Click for even bigger PSP, larger hand

Announced just over four months ago, the PSP Go will hit store shelves worldwide this Thursday, October 1. By its very nature as a flash memory–based device -- and its incompatibility with already-owned UMD titles -- Sony's latest incarnation of the PlayStation Portable is leaping out of the gate with a considerable handicap. Early adopters, the devoted Sony and PSP fans, are going to find themselves wowed by the hardware, but a little unsure of what to do next.

The Go is a wonderful gadget -- it's beautiful to look at, feels great to hold in your hands and certainly has the air of a high-end, tech lust–worthy device. There's just that aforementioned inability to play your existing games and a only-$50-less-than-a-PS3 price tag serving as Exhibit A; and B is the little angel on your shoulder who's saying you don't need to spend $250 on another PSP.
From the second you unbox it and hold it in your hands -- I'm talking before even powering it on -- the PSP Go looks and feels like the coolest thing ever. You'll probably spend a solid couple of minutes just sliding the screen up and down, up and down. It's good, then, that the whole thing feels so well made that you're not thinking, "One more slide and this screen is coming off."

You might also be concerned about this considerably smaller PSP simply slipping out of your grip. As it turns out, the two-tiered configuration, along with the rounded edges of the lower "control section," perfectly placed shoulder buttons and two grippy pads on the back of the system really lock the device into your hands, with the screen resting nicely on your trigger fingers.

From the second you unbox it and hold it in your hands, the PSP Go looks and feels like the coolest thing ever.

I was a little concerned at first that the decision to place the volume, screen brightness and mute / EQ buttons on top of the system -- and thus out of view while playing -- was a huge design mistake. As it turns out, it only takes a short amount of time playing around with the Go before your index fingers know exactly where these buttons are, and they're easily reachable by reaching your fingers just a little past the shoulder buttons.

Moving to the front of the system, the placement of the D-pad, analog nub and the face buttons looks like it could be cramped, but isn't. Yes, these buttons are considerably closer together than on the UMD-based PSP, but they feel perfectly spaced once you have the Go in your hands. In order to accommodate the screen sliding over them, they're recessed, but it doesn't feel weird. Also, while I wasn't able to test a 2D fighter on the system (my copy of Street Fighter Alpha 3 is on UMD -- go figure!) the D-pad feels like it should handle them well.

The other aspect of the hardware that really shines (no pun intended) is the screen itself. Yes, it's smaller than the screen on the larger, UMD-based PSPs, but I'd gladly trade the size for the quality of the Go's display. Chiefly -- and sure to be great news for everyone who hated this about the PSP-3000 -- the screen is ghosting-free without everything looking "interlaced" or blocky. That and, due to its smaller size, games look just a little bit smoother, for lack of a better description.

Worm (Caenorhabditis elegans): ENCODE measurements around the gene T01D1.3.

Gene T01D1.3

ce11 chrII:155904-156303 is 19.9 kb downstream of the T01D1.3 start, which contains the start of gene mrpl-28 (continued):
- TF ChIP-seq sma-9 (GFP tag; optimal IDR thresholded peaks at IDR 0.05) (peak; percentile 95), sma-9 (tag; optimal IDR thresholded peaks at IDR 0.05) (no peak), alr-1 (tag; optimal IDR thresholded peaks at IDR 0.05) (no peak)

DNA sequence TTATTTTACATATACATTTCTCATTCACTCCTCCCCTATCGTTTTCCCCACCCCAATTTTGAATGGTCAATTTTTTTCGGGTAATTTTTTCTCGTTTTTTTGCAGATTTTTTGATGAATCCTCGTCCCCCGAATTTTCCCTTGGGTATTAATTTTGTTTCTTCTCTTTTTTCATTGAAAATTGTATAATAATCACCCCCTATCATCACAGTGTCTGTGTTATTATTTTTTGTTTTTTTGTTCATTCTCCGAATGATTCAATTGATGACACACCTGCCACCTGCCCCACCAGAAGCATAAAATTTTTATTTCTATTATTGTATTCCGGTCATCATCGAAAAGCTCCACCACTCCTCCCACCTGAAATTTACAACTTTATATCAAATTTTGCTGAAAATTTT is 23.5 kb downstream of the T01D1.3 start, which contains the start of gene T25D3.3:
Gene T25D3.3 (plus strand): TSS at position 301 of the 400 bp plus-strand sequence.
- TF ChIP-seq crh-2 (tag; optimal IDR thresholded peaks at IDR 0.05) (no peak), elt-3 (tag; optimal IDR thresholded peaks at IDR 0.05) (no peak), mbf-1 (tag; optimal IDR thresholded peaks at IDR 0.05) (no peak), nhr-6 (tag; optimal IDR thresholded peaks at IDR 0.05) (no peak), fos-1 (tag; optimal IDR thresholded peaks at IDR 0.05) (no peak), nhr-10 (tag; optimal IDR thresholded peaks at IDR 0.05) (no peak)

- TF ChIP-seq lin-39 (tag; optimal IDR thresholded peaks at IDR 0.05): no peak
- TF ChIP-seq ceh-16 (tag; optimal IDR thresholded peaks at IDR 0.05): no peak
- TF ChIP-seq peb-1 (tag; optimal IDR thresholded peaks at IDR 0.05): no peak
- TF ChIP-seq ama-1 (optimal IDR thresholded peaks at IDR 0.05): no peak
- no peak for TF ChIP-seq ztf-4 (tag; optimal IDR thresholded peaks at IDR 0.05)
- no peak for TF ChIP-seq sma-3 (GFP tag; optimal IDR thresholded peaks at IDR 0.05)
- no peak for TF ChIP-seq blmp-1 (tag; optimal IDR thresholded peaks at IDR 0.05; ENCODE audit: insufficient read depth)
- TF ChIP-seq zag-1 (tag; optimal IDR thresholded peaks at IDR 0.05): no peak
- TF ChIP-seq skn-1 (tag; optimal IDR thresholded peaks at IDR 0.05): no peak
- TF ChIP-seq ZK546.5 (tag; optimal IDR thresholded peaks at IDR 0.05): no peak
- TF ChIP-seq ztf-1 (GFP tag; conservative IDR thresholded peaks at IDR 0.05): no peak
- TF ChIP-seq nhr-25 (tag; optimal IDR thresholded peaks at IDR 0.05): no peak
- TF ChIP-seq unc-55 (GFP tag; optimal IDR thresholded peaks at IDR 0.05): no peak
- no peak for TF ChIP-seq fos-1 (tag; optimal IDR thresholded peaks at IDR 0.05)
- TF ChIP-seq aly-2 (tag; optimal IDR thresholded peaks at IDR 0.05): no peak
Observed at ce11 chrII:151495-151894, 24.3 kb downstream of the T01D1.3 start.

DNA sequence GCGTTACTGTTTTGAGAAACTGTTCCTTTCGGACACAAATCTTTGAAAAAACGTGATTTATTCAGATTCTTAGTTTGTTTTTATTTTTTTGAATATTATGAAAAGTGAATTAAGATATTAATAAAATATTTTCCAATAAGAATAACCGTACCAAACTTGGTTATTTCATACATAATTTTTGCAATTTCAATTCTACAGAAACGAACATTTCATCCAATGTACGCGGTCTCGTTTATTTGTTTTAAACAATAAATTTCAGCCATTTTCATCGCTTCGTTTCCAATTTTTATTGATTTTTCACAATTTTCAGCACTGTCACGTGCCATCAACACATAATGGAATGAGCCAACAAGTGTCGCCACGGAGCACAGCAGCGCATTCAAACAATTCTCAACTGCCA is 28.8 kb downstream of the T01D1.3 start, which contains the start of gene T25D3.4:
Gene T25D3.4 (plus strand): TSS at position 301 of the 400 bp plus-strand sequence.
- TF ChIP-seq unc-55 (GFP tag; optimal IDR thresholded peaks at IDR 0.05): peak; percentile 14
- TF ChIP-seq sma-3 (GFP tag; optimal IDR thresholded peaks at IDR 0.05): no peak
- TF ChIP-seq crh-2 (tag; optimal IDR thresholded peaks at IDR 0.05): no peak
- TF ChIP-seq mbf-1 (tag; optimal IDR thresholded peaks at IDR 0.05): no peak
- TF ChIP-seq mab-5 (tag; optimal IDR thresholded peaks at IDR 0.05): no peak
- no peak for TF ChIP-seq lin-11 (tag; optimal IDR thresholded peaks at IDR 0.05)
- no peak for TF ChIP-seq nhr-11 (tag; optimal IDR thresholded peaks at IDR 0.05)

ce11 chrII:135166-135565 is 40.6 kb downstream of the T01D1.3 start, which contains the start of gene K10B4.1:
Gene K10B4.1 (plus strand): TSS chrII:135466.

On the software side, the Go offers up a couple of neat tricks, one of which we've found very, very nice. That'd be the "Pause Game" feature, something I'd already tested out and that works great. Less functional but still "neat" is the built-in clock and calendar that appear when you close the system while no games/movies/music are being played. There's a big, floating analog clock (you can make "waves" in the fluid it appears to be floating in using the shoulder buttons) and a simple calendar that pops up when you press both L and R simultaneously.

Finally, there's the system's built-in Bluetooth support, which has a couple of nice benefits. The first is the ability to pair with any Bluetooth headset for using Skype or games that support voice chat. The other is the fact that you can sync up a PS3 controller with the system for when you want to play games on your TV using the video-out cable, but don't want to be limited by cable length.

In terms of losing the UMD drive in favor of flash memory, one thing I was really looking forward to was reduced loading times in games. As it turns out, loading isn't much shorter. I'm not sure if this has something to do with games being optimized to run off UMD at a certain speed or not, but it's hopefully something we'll see addressed in titles released after the Go launches.

PSP Go is a bad idea, but at least I can say it's a perfectly executed one.

All things considered, PSP Go is living a dual life at launch. On one side, there's the inclination to want one at this very moment because it's new, superbly designed and oh-so-cool; on the other is the realization I came to after the initial wow factor wore off: What do I play on it, because it can't run any of my many UMD games.

It's the answer to that question -- "Buy your games again if you want to ditch your old PSP and play them on the Go" -- that makes it impossible to strongly recommend the PSP Go to a large slice of serious games. Sure, as Sony has pointed out, this is a new device that's in some ways aimed at a new audience that doesn't own a PSP already, but then it's also $250, and those people probably expect it to have a touchscreen and make phone calls at that price.

It all boils down to is this: PSP Go is a bad idea, but at least I can say it's a perfectly executed one. If you're someone who still plans to lay down the cash on day one knowing the downsides, you're going to like what it does right -- but you'll be paying $250 for form over function.


This article was originally published on Joystiq.

Now Playing: September 28 - October 4, 2009